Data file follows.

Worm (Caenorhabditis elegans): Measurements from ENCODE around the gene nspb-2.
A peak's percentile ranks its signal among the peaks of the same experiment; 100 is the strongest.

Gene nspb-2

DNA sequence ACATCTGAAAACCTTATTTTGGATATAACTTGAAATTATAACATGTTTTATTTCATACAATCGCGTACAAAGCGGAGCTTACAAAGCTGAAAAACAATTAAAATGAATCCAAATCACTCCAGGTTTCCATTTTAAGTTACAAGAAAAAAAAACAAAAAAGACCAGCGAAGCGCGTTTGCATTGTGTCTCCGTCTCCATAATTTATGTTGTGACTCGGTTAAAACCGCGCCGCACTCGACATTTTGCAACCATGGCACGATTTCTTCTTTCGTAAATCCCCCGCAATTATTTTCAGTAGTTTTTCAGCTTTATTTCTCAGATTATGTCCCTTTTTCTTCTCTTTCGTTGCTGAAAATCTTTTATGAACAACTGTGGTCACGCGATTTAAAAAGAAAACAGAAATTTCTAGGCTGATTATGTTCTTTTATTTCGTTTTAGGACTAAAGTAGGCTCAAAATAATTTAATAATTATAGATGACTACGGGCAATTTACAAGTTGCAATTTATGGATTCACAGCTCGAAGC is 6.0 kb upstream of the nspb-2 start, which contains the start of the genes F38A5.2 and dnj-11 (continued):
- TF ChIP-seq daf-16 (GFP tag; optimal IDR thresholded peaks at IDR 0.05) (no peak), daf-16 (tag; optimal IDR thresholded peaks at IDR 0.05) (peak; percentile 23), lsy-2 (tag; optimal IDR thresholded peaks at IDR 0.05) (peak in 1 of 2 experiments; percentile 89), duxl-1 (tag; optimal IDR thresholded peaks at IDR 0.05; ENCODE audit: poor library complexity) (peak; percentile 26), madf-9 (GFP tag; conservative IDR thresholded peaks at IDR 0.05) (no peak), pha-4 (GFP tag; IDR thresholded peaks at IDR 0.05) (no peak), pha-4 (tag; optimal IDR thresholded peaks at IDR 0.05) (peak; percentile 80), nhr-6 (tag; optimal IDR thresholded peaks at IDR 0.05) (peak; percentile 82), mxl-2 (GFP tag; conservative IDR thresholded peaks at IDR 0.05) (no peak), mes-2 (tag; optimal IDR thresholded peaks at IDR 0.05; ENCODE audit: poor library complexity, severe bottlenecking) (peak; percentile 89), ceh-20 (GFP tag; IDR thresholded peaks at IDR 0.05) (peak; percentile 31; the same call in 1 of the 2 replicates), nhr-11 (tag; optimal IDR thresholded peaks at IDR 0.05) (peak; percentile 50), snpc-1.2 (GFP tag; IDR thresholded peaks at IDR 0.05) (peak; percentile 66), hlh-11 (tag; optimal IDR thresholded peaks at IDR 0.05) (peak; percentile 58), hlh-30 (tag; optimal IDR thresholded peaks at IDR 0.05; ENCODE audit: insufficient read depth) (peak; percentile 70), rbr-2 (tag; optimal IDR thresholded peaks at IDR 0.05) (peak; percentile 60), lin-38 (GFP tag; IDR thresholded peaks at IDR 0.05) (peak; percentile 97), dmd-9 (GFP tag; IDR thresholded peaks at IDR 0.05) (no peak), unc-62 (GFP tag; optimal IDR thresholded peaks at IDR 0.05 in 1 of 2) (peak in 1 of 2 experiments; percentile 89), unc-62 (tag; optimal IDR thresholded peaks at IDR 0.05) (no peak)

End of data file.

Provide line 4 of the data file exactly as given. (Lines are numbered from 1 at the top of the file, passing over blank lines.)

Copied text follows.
DNA sequence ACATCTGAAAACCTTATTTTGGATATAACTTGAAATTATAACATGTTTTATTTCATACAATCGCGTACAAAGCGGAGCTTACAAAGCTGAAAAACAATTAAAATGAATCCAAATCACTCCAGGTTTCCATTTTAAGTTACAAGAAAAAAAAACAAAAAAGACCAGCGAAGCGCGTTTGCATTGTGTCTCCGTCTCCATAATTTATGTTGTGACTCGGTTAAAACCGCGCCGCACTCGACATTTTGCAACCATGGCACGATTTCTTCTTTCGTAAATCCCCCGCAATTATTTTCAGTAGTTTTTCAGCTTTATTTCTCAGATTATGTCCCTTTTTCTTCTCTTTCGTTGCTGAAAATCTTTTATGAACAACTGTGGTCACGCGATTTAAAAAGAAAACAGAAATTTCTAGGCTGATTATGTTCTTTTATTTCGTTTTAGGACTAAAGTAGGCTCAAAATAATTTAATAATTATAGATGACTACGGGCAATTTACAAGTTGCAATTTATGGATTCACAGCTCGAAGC is 6.0 kb upstream of the nspb-2 start, which contains the start of the genes F38A5.2 and dnj-11 (continued):